In my last three columns I attempted to show how intimate relationship is often a frustrating and swirling dance of contradictions, of opposite qualities attracting – that is sometimes ecstatic and seductive, sometimes painful and conflictual, sometimes energising and sometimes agonising. This dance looks to the individuals to be able to consciously flow back and forth between polar opposites – between closeness and separateness, holding and letting go, engaging and allowing aloneness, leading and yielding, surrendering and holding firm. To dance this dance requires a good degree of personal maturity on each party’s part.
Regrettably, many couples, owing to unresolved emotional conflicts from their early years, quickly step on each other’s toes, fail to develop any rhythm and wind up deadlocked in oppositional positions, each struggling for control, pushing and pulling, attacking or withdrawing. The problem is if we hold too tight or let go too much, we lose our balance, but only because we do not possess balance within ourselves. Typically, individuals enter a relationship with particular needs that deserve to be met, but when not met, the responsibility for meeting needs rests with the person who has them, not with their partner! Once a person identifies with his or her needs, then any refusal or forgetfulness is personalised and all hell can break loose or long silences can ensue. When a partner continuously fails to meet needs, there is something going on in him (or her) that is far deeper than an unmet specific need. Enquiring about such a possibility is a step in the right direction towards the resolution of what appears to be unreasonable intransigence.
Nonattachment in relationship does not mean not having needs or not paying attention to them. If we don’t respond to our needs or we ignore or deny them, we cut ourselves off from part of ourselves and consequently bring an incompleteness to our partner. Nonattachment in the mature sense means not confusing ourselves with our needs, likes and dislikes. We identify certain needs, yet when we are self-contained we have a connection to our sacred being, where we do not give those needs a hold over us. Relating from such a solid interiority, we own and take responsibility for our own needs and we can make requests, but not engage in demands and commands.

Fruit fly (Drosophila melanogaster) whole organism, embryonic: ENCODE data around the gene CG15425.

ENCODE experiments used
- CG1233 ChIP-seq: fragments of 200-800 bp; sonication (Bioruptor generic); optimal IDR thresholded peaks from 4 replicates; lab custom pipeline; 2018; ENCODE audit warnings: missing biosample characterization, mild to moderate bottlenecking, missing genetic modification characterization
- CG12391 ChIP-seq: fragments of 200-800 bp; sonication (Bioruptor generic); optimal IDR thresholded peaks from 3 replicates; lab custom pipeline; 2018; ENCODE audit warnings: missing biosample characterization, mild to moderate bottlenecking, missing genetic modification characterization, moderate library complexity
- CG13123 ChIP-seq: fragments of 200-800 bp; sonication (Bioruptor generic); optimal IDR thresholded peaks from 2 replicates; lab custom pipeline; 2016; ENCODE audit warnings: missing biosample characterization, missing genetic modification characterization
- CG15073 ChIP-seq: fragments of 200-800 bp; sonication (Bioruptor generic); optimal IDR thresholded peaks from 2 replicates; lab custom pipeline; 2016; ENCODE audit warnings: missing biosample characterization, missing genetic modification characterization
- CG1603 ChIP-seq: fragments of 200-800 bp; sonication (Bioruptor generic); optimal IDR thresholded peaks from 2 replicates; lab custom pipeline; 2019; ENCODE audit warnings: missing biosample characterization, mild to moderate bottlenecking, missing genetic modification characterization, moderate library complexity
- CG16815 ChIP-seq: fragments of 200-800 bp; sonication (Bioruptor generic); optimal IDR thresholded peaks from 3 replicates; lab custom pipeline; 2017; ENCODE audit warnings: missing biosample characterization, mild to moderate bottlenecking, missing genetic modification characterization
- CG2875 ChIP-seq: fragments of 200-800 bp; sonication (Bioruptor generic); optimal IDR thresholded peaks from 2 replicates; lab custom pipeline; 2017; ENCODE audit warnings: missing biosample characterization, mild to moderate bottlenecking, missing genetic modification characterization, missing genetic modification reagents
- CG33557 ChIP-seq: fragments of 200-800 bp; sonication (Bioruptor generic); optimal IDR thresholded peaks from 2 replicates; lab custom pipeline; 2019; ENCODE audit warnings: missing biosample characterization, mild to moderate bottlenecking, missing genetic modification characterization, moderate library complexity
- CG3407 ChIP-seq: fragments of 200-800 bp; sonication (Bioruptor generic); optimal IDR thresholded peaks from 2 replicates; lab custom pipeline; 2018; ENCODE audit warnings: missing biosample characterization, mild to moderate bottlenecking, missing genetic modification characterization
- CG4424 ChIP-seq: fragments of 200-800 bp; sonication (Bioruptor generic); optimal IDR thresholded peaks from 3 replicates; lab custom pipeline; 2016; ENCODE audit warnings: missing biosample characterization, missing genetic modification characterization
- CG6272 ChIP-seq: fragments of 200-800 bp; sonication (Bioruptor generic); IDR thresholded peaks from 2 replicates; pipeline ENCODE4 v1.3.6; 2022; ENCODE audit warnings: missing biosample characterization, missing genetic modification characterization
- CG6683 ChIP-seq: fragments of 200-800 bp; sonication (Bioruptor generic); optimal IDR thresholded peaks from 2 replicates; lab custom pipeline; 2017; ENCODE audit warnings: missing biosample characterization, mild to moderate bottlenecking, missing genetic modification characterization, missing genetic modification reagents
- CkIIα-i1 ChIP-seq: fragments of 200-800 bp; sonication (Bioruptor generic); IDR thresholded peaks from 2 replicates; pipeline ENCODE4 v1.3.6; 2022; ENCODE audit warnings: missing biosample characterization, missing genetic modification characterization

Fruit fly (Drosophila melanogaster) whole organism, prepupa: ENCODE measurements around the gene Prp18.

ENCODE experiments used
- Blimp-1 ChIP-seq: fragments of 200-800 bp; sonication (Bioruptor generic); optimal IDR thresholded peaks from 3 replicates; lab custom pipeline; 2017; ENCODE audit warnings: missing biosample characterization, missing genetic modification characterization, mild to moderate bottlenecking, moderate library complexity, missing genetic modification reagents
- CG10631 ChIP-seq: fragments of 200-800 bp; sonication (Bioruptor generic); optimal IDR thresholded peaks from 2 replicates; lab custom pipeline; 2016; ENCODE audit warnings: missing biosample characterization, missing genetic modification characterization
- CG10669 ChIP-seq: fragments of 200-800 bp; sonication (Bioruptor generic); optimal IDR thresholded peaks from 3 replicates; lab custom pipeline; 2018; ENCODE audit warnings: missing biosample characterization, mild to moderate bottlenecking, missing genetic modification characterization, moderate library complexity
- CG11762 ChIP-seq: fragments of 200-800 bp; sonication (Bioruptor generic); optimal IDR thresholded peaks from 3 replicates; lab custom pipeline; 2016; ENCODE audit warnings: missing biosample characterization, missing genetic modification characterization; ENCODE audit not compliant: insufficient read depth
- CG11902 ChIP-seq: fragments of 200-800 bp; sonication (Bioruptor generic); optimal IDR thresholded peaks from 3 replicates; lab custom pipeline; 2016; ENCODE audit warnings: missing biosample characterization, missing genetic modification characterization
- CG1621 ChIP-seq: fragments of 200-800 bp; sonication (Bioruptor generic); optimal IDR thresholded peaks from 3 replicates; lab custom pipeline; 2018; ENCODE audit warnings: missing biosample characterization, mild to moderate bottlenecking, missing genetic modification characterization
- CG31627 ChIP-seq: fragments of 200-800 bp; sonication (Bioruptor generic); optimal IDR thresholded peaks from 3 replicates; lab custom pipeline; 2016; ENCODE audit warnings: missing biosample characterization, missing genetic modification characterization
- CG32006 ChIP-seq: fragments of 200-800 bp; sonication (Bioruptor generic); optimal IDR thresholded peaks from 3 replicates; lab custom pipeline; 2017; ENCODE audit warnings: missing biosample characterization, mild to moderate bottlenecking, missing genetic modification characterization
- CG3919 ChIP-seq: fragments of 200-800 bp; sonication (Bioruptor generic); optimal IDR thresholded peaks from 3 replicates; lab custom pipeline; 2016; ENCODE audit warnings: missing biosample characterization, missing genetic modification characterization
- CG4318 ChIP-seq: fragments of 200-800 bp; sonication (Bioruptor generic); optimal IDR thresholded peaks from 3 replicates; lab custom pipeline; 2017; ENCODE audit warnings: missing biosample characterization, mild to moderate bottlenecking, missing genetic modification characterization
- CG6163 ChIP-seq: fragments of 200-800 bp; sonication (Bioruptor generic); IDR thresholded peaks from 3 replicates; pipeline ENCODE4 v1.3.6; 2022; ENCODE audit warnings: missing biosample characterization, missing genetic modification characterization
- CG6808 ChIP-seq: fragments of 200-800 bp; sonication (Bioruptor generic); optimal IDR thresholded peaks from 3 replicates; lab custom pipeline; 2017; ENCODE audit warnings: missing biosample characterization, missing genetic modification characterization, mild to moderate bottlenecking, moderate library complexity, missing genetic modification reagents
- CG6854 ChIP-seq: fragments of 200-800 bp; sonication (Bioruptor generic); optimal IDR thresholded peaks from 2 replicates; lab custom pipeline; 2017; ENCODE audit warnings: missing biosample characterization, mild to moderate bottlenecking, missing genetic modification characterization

Relationship is full of contradictions; on the one hand, we crave freedom, yet we also crave stability and commitment. Is it not possible to have both? The answer is ‘yes’ when each appoints self and the other the guardian of their solitude and their togetherness. If we simply merge with the other, we lose ourselves in relationship; equally, if we keep our distance, we lose each other and ourselves. The dance needs to be a stepping in to closeness and a stepping out to aloneness. When we learn to swing back and forth between intimacy with the other and with self, we maintain the mystery of our individual nature and guarantee the endurance of the attraction.
When I enquire of people what they most seek in falling in love, they talk about qualities such as excitement, joy, passion, kindness, curiosity, aliveness, creativity, purpose, authenticity, openness, mystery, expansiveness and appreciation. All of these qualities are aspects of our true nature that have often gone dormant due to, when children, not being received with unconditional love or not seen or encouraged to be ourselves. Abandonment in our early years leads to a creative shutting down of the above qualities so as to protect ourselves from the enormity of the pain of rejection. Falling in love offers the possibilities of a resurrection of these dormant seeds and in the early ecstasy time of a new relationship hope springs eternal. However, ultimately the glimpse of our true nature can only become permanent when we recognise these wonderful qualities in ourselves and not depend on a lover to make us feel good. It is when each person supports that inner intimacy with self that the couple relationship becomes the fertile ground for each to discover self and the other. When the latter happens the relationship, like the cosmos itself, not only endures but expands into infinity.
Dr. Tony Humphreys practices as a clinical psychologist, is an author and national and international speaker. His books Myself, My Partner and, with co-author Helen Ruddle, Relationship, Relationship, Relationships: The Heart of a Mature Society are relevant to this article.